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By national standards, the Atlanta Ballet is a small company, but in terms of the Atlanta dance scene, it's huge. It has resources that far exceed the scope and possibility of any other Atlanta dance company: permanent rehearsal space in its $10.9 million headquarters, publicity and development departments, permanent production staff, fundraising galas, a center for dance education. The Ballet is familiar to many Atlantans for its hugely popular Nutcracker and other story ballets, but it's no stranger to boundary-breaking contemporary work. It brings in world-renowned and cutting-edge choreographers, commissions major new works from dance world legends such as Twyla Tharp, showcases up-and-coming choreographers from across the nation and sets it all on an incomparably graceful company.
The Ballet recently announced the formation of a new company within a company called Wabi Sabi, named after a Japanese aesthetic of impermanence. Modeled in part after Stallings' revelatory approach, the new chamber-performance group will bring the Atlanta Ballet's classic artistry to contemporary site-specific performances. "She's really paved the way," says Welker, who's spearheading the new initiative. According to Welker, who's in his 16th season with the Ballet, the organization has long been seeking ways to reach new audiences, particularly young audiences.
On Sept. 8, the Ballet will unveil Wabi Sabi at the Atlanta Botanical Gardens with some help from Dance Canvas as well. At a 2009 Dance Canvas show, Atlanta Ballet Artistic Director John McFall was struck by the talent of young Atlanta-based choreographer Juel Lane. He asked Lane then to create a piece for the Ballet. Lane's short work will have its world premiere with Wabi Sabi's. There are tentative plans for Lane to be featured in the Atlanta Ballet's annual showcase of emerging young choreographers from across the nation, which typically caps off the company's season.
The Rialto Center for the Arts, one of Atlanta's major presenters of national and international touring acts, recently received a grant for more dance programming, and director Leslie Gordon went straight to Stallings with the idea of an annual dance festival. But the reaction she got may not have been the one she was hoping for. "I told Leslie I'd rather be dead than have another dance festival," says Stallings.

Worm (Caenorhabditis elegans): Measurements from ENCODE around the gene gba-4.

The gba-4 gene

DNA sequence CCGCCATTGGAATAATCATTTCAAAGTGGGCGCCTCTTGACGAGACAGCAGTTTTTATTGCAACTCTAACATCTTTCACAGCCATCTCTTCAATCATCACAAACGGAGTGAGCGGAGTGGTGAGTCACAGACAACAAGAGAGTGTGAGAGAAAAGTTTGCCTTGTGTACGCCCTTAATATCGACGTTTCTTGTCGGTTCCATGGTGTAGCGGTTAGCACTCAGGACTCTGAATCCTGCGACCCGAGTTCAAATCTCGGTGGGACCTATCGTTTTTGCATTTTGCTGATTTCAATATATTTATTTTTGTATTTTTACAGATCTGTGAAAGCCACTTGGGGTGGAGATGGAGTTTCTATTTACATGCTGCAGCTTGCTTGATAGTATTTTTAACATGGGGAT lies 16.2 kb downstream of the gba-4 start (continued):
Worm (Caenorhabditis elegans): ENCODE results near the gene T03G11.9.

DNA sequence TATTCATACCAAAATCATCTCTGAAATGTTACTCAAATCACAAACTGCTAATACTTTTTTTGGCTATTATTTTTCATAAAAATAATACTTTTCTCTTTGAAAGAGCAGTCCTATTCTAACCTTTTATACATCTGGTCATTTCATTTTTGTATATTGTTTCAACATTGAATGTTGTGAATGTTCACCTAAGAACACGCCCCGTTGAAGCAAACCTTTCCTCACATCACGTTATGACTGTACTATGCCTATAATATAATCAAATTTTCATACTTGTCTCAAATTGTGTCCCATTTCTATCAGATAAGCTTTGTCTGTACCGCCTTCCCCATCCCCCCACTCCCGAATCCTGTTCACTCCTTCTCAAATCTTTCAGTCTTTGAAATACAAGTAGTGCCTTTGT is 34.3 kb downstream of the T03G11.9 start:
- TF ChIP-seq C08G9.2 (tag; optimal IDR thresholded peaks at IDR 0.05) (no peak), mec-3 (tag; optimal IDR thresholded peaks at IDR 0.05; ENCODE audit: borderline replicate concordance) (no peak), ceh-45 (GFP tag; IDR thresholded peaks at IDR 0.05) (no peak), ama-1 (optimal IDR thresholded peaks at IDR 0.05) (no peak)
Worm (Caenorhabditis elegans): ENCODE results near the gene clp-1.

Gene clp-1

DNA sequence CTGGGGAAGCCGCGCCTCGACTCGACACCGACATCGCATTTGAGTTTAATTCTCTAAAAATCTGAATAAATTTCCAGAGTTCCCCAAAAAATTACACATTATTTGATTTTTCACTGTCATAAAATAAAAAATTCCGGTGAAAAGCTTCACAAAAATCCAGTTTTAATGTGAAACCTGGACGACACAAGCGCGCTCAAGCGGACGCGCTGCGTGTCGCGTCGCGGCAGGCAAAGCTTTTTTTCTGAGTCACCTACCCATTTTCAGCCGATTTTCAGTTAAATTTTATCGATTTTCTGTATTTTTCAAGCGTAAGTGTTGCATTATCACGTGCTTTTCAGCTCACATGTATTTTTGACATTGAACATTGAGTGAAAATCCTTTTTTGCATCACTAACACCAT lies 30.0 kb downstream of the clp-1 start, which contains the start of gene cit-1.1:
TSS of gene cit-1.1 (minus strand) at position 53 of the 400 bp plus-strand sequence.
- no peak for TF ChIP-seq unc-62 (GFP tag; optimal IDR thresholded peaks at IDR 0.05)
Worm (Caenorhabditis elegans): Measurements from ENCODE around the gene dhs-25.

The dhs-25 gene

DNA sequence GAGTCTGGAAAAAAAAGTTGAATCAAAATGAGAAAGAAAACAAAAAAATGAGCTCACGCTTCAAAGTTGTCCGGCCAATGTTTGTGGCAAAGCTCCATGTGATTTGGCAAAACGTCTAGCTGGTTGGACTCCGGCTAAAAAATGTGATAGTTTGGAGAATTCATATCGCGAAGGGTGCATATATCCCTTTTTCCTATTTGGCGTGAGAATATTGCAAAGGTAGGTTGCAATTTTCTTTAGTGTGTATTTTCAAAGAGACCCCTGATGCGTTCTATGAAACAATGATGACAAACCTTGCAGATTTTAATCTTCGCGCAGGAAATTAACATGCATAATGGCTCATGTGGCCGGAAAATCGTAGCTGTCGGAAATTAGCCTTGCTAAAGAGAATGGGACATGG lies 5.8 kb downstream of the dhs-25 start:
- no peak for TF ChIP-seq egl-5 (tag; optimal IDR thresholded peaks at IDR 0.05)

The inaugural Off the EDGE, slated for January 2012, intends to move far beyond the trappings of a typical dance festival's rotating presentation of distinguished visitors' performances. Round tables, workshops, classes at all levels, a visual art exhibition, behind-the-scenes immersions for high school students, collaborations, residencies and exchanges between Atlanta-based and visiting artists will lead up to two evenings of free outdoor performances and a mixed program on the Rialto stage. A broad range of Atlanta schools, universities, and dance companies will participate in what promises to be a milestone for Atlanta dance and for the city.
Similarly, the significance of Dance Truck's slot at Portland's Time-Based Arts Festival shouldn't be underestimated: Presenters often overlook companies from the Southeast, even when trying to broadly represent trends in American dance and performance. Few of us will be there to see it, but when the Dance Truck rumbles up to the Portland Institute of Contemporary Art, it's a moment all Atlanta should be proud of.
And Atlantans have begun to show an ardor for their local dance scene: When 100 volunteers gather to hang swings for audience members to sit in as they watch PLOT come to life; when a packed house at Dance Canvas gives a standing ovation to a talented young choreographer whose work might never have been produced otherwise; when spectators decide they won't budge during a summer downpour because they want to stay with gloATL as it performs, they are all participating in something extraordinary.
"This is the only place in the world where this is happening," says Stallings. "And we're all a part of it."
Next: 19 dance companies with upcoming performances
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